Spectre Side-Channel Attacks Enabled by JavaScript in Browsers

Security teams around the world are parsing the flood of analysis about the side-channel attacks made possible by the Spectre and Meltdown vulnerabilities. Both vulnerabilities enable a range of attacks to compromise cached memory and have left developers, cloud hosting providers, chip makers, and others scrambling to deploy fixes as exploit code proliferates.

While much of the analysis has focused on operating systems, programs and processes, and how memory is allocated, web browsers have also been identified as a potential attack vector.

Owing to multi-process architecture, it's possible to passively observe, record, and exfiltrate cached memory from sites and plugins within the same browsing session using JavaScript (JS) code. This scenario likely requires one of two things: either a compromised or malicious site (or ad impression) accessed by a targeted user or users.

The Spectre research in particular concerns the use of malicious JavaScript code to mount a side-channel attack; the researchers tested “a JavaScript program that successfully reads data from the address space of the browser process running it.” They have thus far tested it against JavaScript Engine V8 to show that browser-level mitigations can be defeated and the timing attack was successful to compromise memory. Mozilla's own internal testing revealed the same outcome, and calls for further testing.

Today, users can perform increasingly complex operations in browsers thanks to JavaScript and other advanced programming languages. With the revelation of Spectre, browsers are attack vectors because of how JavaScript code runs on a machine and allocates memory: The rate at which JS code executes is rapid and must have direct access to manipulate raw binary data in typed arrays. Arrays are divided into buffers and views, and code executed in one site is typically able to access the array of another. Hence,one of Mozilla's mitigation measures is to disable SharedArrayBuffer. Elsewhere, disabling cross-domain JavaScript and CSS is seen as sound prevention, but the near-term challenge will be to implement adequate defenses without breaking websites.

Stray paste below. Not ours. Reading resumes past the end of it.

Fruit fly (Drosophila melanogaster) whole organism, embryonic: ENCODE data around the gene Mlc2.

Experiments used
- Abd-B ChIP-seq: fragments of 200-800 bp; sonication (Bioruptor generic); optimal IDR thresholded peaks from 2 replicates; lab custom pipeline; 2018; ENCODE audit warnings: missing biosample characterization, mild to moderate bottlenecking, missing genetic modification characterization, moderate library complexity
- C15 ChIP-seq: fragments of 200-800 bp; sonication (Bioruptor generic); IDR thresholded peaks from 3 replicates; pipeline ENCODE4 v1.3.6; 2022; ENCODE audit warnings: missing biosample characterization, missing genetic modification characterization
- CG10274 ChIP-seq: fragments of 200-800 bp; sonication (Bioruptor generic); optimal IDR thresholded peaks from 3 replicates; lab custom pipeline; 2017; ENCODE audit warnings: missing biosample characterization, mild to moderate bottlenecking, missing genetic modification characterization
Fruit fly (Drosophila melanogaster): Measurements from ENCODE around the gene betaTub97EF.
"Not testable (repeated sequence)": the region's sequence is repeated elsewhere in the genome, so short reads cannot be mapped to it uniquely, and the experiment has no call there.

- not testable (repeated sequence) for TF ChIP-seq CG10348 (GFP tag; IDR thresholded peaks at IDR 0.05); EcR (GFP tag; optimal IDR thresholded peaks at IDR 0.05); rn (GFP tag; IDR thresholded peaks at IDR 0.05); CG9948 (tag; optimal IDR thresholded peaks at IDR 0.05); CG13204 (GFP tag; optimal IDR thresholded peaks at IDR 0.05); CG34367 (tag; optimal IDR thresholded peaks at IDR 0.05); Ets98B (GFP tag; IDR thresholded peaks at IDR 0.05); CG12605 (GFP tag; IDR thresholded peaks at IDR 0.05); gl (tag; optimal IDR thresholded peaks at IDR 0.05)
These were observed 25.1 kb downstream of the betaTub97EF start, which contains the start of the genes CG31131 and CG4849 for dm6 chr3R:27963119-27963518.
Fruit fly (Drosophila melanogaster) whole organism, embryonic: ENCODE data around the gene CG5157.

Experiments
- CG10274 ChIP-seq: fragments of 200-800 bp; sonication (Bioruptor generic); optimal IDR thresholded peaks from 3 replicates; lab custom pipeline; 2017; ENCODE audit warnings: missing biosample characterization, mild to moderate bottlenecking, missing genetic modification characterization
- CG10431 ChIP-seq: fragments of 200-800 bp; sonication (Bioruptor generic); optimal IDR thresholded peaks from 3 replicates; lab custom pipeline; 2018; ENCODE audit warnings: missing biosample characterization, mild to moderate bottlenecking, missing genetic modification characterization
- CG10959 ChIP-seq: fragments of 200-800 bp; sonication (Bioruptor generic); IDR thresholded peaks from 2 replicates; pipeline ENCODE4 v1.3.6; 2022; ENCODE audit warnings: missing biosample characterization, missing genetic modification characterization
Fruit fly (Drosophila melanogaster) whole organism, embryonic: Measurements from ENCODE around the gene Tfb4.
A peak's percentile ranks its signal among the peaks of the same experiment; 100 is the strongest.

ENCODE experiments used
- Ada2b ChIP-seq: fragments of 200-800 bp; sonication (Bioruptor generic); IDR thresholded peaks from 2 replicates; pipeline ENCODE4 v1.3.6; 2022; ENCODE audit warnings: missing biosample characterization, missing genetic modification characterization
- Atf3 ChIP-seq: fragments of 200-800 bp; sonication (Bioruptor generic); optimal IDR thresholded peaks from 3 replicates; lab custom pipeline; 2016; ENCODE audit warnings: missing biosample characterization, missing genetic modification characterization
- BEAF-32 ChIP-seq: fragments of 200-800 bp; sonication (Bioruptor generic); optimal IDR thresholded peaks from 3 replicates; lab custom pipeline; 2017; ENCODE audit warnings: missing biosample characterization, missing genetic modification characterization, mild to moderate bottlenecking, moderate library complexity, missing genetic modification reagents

Safari, Firefox, MS Edge, and Google Chrome are actively working to release new versions that make such attacks far more difficult to execute and enable site isolation by default (or at least easier for users to do so). Patches, at least to begin with, will likely have have limited efficacy and may have additional computational costs. It's critical for developers to identify any vulnerabilities that would permit unauthorized parties from running JS code on their applications, and they should take additional measures, like those outlined by Google. Application owners and online advertising brokers will have a renewed interest in the sources of ads that are allowed to run on trusted sites. Users should exercise caution when allowing untrusted code to run on a visited site and update their browsers as soon as possible.

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